Connectors for Space Applications Require Radiation-Resistance
When designing and implementing connectivity solutions for use in space applications, one crucial consideration is the effect radiation will have on electronic connectors and cables.
Three separate but interrelated aspects of this come into play: the radiation itself, atomic oxygen, and outgassing.
Space is a unique type of harsh environment. Not only is the combination of conditions unique, but once a spacecraft has launched, the ability to make repairs or changes to equipment and materials is essentially non-existent. All components must be able to withstand the environment of space and perform as intended indefinitely. In addition to functioning despite temperature extremes, shock, and vibration, connectivity solutions must resist the damaging effects of radiation.
Space Radiation vs. Earth Radiation
According to NASA, space radiation is comprised of particles trapped in the Earth’s magnetic field, particles propelled into space by solar flares, and high-energy protons and heavy ions from outside our solar system (galactic cosmic rays). These are all ionizing (high energy) radiation, which occurs as atoms accelerate to nearly the speed of light in interstellar space. The electrons are stripped away until, eventually, only the nucleus of the atoms remains. Ionizing radiation includes alpha particles (a helium atom nucleus moving at very high speeds), beta particles (a high-speed electron or positron), gamma rays, X-rays, and galactic cosmic radiation (GCR) from space.
Most of Earth’s radiation comes from the sun, mainly in the form of visible, infrared, and ultraviolet radiation (UV), but it can also come from radioactive elements in the Earth’s crust. In addition, radiation is created from human-made sources such as microwaves, light bulbs, cell phones, radios, and medical diagnostic equipment. Non-ionizing (low energy) radiation does not have the energy to remove electrons. It includes radio frequencies, microwaves, infrared, visible light, and ultraviolet (UV) light.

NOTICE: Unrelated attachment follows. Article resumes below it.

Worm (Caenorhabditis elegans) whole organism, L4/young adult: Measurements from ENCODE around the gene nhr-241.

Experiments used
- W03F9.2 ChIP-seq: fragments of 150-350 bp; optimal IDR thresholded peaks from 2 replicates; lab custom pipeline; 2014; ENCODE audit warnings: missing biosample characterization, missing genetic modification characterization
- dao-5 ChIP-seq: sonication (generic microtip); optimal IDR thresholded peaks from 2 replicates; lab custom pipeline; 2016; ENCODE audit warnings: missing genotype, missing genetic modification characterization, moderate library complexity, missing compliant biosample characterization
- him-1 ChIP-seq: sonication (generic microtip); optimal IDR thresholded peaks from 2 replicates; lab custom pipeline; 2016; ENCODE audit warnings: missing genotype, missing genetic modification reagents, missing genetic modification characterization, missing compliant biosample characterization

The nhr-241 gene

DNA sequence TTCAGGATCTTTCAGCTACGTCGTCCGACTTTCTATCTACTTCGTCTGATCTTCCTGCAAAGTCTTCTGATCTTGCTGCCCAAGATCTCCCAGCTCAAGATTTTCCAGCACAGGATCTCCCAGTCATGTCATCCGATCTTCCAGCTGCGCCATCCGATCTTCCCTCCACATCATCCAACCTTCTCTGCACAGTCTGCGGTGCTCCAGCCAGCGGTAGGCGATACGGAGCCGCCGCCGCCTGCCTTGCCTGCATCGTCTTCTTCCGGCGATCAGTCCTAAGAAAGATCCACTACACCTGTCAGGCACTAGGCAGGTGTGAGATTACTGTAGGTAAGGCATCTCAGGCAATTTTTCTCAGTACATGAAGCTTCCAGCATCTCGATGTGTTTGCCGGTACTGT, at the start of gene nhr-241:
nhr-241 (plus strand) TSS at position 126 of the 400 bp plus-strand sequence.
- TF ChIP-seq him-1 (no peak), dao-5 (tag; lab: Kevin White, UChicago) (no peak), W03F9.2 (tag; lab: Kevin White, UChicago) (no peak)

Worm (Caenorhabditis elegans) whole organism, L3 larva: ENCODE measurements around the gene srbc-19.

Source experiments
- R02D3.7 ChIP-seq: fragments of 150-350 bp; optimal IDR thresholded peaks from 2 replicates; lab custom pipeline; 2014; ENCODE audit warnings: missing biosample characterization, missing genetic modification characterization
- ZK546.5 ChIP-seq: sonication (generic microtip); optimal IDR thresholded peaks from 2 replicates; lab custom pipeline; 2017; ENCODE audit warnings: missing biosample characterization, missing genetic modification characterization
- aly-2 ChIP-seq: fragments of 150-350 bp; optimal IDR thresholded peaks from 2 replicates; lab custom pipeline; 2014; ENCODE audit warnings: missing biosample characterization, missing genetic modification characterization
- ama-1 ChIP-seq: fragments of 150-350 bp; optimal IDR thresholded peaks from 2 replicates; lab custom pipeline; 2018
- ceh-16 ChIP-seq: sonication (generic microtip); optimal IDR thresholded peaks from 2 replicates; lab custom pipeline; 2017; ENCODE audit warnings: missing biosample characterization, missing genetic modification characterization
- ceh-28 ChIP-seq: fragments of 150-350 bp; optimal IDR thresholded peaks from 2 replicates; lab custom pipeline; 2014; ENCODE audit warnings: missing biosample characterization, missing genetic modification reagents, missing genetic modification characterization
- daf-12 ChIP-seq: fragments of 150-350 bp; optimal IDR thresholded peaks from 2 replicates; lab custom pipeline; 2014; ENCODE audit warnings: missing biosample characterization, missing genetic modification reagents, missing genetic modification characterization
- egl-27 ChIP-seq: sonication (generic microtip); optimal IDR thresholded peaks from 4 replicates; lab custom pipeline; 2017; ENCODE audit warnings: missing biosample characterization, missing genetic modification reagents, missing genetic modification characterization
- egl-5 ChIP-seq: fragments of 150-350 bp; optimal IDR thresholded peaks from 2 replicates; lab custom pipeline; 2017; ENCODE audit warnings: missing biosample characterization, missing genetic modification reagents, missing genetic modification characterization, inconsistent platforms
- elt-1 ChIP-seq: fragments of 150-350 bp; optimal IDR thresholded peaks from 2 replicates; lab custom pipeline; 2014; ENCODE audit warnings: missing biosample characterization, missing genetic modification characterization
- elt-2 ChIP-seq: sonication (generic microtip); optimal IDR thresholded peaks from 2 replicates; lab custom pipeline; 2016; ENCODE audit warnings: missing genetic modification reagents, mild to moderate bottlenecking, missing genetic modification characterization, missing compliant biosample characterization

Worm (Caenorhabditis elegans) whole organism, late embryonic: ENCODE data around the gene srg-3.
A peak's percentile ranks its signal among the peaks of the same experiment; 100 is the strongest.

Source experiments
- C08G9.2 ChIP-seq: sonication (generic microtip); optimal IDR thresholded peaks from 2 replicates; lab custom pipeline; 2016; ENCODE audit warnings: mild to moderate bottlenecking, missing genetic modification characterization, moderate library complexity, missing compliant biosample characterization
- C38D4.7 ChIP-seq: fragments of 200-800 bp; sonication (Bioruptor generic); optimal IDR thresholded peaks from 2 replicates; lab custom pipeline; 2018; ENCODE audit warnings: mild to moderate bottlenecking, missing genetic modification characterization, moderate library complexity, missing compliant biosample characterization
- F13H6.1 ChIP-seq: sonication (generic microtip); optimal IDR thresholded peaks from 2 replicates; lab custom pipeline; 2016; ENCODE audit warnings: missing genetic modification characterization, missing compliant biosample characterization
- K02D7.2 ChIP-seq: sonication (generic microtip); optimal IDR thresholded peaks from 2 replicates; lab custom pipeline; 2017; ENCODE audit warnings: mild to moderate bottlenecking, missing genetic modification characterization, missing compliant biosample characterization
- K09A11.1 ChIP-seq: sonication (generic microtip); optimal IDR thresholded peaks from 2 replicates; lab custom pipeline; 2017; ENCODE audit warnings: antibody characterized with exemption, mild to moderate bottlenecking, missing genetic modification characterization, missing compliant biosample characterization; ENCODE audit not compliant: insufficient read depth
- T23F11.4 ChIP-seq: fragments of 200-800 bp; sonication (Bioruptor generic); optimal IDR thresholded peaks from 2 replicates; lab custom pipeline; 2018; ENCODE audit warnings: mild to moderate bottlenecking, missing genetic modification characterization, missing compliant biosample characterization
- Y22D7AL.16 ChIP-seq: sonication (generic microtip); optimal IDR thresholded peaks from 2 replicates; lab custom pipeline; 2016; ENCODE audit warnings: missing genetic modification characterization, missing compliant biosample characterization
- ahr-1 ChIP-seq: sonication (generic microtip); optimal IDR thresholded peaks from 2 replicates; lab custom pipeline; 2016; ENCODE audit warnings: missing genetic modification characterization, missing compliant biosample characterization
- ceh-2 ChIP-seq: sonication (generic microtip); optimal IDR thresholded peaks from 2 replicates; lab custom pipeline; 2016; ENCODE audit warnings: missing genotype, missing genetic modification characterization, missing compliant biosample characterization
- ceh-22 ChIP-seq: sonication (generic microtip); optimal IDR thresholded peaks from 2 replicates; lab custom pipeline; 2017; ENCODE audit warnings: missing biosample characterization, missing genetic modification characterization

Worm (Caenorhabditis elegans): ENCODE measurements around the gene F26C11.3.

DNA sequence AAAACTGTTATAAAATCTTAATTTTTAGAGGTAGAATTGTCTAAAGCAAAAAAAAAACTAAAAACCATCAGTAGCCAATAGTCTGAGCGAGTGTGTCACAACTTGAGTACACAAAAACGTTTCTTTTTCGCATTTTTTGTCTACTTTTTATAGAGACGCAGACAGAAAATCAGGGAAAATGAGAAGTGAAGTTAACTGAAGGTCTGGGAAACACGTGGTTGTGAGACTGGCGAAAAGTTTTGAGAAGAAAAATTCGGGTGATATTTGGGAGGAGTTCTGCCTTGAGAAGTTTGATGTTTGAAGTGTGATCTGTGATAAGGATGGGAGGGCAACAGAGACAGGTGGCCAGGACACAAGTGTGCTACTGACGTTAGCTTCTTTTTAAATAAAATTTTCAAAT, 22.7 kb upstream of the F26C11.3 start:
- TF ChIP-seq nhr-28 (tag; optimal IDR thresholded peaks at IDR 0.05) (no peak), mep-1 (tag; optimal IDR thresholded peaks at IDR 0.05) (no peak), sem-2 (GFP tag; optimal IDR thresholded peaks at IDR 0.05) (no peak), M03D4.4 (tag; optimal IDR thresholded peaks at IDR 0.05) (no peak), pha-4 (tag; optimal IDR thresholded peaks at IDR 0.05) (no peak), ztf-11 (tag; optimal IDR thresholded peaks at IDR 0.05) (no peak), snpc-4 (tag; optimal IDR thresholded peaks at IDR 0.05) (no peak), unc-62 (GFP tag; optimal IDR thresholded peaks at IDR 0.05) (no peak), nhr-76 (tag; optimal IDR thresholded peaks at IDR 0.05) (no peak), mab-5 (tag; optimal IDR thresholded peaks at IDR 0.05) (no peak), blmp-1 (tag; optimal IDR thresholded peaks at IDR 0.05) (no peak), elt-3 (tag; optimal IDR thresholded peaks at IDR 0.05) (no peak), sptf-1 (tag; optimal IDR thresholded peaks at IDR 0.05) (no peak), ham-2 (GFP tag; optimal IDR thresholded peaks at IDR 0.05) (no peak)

The differences in radiation that exists on Earth and radiation in space affect how electronic devices are best protected. Shielding can protect connector components from non-ionizing radiation. Safeguarding against ionizing radiation, however, is much more difficult. By removing ions from the atoms of material it passes through, ionizing radiation changes the make-up of that material, resulting in significant damage. Further damage can be caused by secondary particles propelled into motion by the primary radiation particle.
Galactic cosmic radiation (GCR) is one of the main types of ionizing radiation that impacts spacecraft. GCR comes from within the Milky Way galaxy but outside our solar system. GCR particles approach the speed of light and can pass through a spacecraft, and even through the skin of an astronaut.
From the moment a spacecraft leaves the Earth’s surface, it is besieged by radiation. Radiation in space often travels in clouds that can originate from solar bursts, deeper space collisions, or emerge from deep holes. They include items like, electrons, protons, heavy ions, and gamma rays. Clouds of charged materials are often from torn apart elements leaving these highly charged particles looking to be rebonded into their original natural state. The farther the spacecraft travels from Earth and its protective atmosphere, the more radiation levels increase, so all materials used must be designed to preserve their durability and reliability when exposed to radiation. Connectors external to the spacecraft are at the greatest risk. Some form of radiation-resistant insulator must be incorporated into the design of all cable and connector components used in space.